Learn more about Lost Women of Science from the founders as they are interviewed by Julianna LeMieux, senior science writer at Genetic Engineering & Biotechnology News. Available here.

Please continue to share important news and opportunities with us so that we may share it with you, and others who are committed to supporting the careers of exceptional women in science. 

Stay safe and sound

Karla Shepard Rubinger
Executive Director
Rosalind Franklin Society
www.rosalindfranklinsociety.org
 

 

2022 Trailblazer Prize for Clinician-Scientists by The Foundation for the National Institutes of Health.
The Foundation for the National Institutes of Health invites your nomination for the 2022 Trailblazer Prize for Clinician-Scientists! This prize recognizes the contributions of early career clinician-scientists whose work has the potential to innovate or has led to innovations in patient care. Read more.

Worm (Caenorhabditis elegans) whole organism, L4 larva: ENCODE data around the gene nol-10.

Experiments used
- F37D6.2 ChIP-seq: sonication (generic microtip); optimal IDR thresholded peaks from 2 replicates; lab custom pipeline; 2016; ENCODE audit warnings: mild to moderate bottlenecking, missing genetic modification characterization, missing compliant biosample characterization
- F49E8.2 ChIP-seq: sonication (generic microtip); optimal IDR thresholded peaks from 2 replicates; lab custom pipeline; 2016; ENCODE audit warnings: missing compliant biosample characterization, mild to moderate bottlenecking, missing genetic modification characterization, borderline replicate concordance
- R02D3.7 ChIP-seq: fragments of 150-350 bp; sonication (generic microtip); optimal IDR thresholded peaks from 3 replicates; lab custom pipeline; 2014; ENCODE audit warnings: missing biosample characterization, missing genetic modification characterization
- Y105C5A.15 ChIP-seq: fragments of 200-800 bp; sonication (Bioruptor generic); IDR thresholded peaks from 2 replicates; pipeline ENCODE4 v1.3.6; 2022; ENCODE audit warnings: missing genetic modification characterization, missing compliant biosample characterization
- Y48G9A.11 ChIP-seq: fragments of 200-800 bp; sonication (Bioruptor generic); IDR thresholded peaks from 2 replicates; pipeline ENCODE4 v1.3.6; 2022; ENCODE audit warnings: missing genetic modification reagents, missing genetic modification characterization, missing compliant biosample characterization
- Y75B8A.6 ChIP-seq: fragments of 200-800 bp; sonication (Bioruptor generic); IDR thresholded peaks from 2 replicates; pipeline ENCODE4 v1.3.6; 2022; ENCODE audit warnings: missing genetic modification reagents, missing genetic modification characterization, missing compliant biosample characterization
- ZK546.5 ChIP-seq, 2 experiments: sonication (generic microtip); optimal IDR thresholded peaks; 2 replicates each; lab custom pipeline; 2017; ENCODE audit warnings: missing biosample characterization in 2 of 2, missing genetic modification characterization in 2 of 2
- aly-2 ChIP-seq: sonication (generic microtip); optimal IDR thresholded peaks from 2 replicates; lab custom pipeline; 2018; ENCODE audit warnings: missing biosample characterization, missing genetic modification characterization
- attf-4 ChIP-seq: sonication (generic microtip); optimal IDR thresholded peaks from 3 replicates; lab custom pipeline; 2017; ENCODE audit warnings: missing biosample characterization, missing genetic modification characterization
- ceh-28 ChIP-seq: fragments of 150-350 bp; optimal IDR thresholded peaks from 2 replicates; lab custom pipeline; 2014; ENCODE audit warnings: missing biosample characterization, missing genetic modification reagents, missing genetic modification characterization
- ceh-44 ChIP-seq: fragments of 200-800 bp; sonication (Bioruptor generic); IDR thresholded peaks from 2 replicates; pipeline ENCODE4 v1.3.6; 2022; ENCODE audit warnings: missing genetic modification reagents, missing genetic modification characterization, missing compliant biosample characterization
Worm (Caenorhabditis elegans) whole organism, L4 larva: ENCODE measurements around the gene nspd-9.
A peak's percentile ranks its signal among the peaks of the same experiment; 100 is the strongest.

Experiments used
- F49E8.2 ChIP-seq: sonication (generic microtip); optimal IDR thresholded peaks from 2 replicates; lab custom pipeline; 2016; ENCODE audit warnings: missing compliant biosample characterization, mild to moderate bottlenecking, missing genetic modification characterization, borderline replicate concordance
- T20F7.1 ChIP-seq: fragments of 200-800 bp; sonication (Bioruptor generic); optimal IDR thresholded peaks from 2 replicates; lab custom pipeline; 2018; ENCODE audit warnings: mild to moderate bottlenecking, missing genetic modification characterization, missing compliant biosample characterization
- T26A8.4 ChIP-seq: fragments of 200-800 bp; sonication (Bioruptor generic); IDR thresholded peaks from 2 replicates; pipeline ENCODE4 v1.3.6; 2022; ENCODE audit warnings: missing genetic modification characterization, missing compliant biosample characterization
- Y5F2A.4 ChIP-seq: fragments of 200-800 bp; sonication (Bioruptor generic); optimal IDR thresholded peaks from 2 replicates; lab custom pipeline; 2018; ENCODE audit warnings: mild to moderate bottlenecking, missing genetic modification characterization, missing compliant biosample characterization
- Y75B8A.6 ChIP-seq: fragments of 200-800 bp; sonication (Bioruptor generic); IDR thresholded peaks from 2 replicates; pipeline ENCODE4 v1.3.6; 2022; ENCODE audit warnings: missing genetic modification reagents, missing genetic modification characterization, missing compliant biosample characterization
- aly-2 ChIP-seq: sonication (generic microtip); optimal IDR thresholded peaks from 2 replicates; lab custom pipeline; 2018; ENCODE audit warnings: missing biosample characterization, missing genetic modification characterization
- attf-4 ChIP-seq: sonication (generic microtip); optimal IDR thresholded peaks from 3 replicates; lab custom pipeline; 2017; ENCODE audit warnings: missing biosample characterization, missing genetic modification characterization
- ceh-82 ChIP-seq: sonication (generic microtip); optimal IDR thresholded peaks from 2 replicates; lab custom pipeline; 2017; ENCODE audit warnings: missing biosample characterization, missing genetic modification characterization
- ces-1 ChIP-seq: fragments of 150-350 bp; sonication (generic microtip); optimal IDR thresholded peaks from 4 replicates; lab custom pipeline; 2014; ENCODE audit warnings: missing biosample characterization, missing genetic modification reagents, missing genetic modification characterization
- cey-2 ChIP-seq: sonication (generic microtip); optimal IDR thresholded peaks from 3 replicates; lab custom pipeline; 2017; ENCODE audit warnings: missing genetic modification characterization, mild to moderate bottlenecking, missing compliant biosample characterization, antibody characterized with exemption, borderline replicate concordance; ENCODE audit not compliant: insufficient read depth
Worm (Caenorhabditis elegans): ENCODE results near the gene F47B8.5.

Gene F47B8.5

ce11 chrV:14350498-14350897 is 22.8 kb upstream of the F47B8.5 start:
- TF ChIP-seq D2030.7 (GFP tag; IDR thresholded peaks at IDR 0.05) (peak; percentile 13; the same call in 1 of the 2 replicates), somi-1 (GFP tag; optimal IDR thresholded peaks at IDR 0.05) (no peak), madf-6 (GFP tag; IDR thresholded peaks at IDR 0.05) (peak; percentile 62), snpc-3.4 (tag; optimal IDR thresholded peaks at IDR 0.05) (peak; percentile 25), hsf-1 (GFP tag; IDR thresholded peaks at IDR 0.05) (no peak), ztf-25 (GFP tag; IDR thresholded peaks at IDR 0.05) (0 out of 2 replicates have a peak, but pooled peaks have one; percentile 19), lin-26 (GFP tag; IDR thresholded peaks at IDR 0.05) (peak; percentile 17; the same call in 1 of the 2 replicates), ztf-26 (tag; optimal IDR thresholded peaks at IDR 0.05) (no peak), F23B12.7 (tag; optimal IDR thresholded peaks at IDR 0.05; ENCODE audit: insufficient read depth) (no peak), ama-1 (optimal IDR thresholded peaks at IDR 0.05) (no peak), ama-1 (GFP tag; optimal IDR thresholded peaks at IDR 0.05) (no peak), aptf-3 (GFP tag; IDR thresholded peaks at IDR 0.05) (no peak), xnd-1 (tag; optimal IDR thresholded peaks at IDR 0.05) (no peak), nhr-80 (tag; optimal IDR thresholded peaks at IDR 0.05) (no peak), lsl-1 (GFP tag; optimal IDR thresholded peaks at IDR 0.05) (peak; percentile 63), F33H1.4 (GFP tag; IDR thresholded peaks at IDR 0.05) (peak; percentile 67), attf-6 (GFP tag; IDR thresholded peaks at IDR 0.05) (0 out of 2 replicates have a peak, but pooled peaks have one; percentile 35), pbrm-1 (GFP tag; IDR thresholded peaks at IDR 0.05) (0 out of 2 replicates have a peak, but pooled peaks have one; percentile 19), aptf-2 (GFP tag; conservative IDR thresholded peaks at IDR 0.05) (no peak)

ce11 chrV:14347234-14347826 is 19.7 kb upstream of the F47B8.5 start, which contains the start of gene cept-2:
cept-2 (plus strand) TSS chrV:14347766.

Girls need more moms as STEM role models.
“Seeing my mother’s hard work and success as a physician, I dreamed of being an engineer when I was in high school. I was inspired by the success of my family members who are well-recognized and decorated for their research in the field of medicine,” writes Bhuvan Mittal. Read more.

How supposedly scientific arguments for the inferiority of women support gender discrimination.
Throughout the history of science, well-established theories supposedly explained why women are inferior to men and thus why it is justifiable to exclude them from activities that are traditionally regarded as masculine, including scientific practice itself, writes Vanessa Seifert, a researcher in the philosophy of chemistry. Read more.

How ‘Spam’ helped women in STEM to top Colombian Twitter for days.